Shortly after we released MariaDB 5.1.55, we also cooked MariaDB 5.2.5 (which includes MariaDB 5.1.55). See the release notes, and the changelog. Download MariaDB 5.2.5 now!
The developer meeting in Lisbon, Portugal is about to start, and there’s an agenda available. If you’re not going to be in Lisbon, please hop onto IRC and join the #maria channel on Saturday March 12 2011 (UTC+0) as the roadmap for MariaDB is to be discussed live as well as via IRC.
If you have further agenda items and cannot make it to Lisbon, use the mailing list: email@example.com – make sure you’re subscribed.
I don’t know about you, but I like diff -p . Having used it for years, I can read these diffs like a text, while diffs without -p often need to have the original file opened side by side, just to get enough of the context.
Loving diff -p so much, I want to see it everywhere (evil laughter). Alas, in bzr only diff command can easily use -p, just run it as
bzr diff --diff-options=-p or store it as an alias in the
Actually, for an alias there is a better, although more verbose, alternative:
diff = "diff --diff-options='-F ^[[:alpha:]$_].*[^:]$'"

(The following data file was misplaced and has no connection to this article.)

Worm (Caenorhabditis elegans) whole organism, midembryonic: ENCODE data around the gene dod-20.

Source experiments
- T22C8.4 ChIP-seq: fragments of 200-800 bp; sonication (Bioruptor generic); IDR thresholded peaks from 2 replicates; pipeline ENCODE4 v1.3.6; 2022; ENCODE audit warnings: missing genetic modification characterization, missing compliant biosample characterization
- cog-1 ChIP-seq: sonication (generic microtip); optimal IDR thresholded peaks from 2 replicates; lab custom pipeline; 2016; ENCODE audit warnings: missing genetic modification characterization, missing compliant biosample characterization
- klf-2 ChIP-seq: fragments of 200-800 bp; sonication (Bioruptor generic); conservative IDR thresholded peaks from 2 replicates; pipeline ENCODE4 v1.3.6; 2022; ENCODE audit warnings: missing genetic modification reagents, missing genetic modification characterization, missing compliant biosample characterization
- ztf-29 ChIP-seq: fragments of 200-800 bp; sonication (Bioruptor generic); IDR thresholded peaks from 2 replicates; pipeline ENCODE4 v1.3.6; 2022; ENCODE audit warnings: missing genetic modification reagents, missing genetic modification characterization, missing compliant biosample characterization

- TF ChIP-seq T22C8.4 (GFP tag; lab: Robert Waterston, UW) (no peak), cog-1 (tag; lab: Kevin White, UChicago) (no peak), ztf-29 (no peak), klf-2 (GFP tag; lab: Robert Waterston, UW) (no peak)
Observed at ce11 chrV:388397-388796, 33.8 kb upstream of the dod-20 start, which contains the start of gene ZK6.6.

Unlike simple -p it will not think that a word ending with a semicolon (like a label or, say,
private:) is a “C function name”.
But the problem is — only
bzr diff can be tuned this way. Bzr email plugin still sends diffs without function names. And
bzr gdiff does not show them. And, of course, all other bzr commands —
bzr commit, for example, or
bzr unshelve --preview,
bzr log --show-diff and others — they are still as unfriendly as before.
I was solving it on a case by case basis — added a
post_commit_diffoptions configuration option to the bzr-email plugin, then a command line option to
bzr gdiff. But then it occurred to me that I can attack the problem at its core!
Almost a year ago we launched the AskMonty Knowledgebase, a home for information on MariaDB and MySQL. When we launched, only employees had access to write articles, though anyone could ask a question. This was done for technical reasons. The good news is that that has changed, with the latest version we just pushed live, anyone with an account (or an open ID) can create and edit articles.
There is only so much content we can write so we want your contributions, from completely new articles to editing and improving what we already have. If you have questions on how to get started, you can join the Maria Docs group on launchpad and ask on the mailing list. Or you can jump into the #maria channel on Freenode IRC and ask there (ask for dbart or balsdorf).
For those that want to translate articles into other languages (you know who you are) we haven’t forgotten about you. Our next major enhancement to the Knowledgebase is to add full i18n (i.e. internationalization) support. We’re working hard to get something workable up and available to one and all as fast as we can. Stay tuned!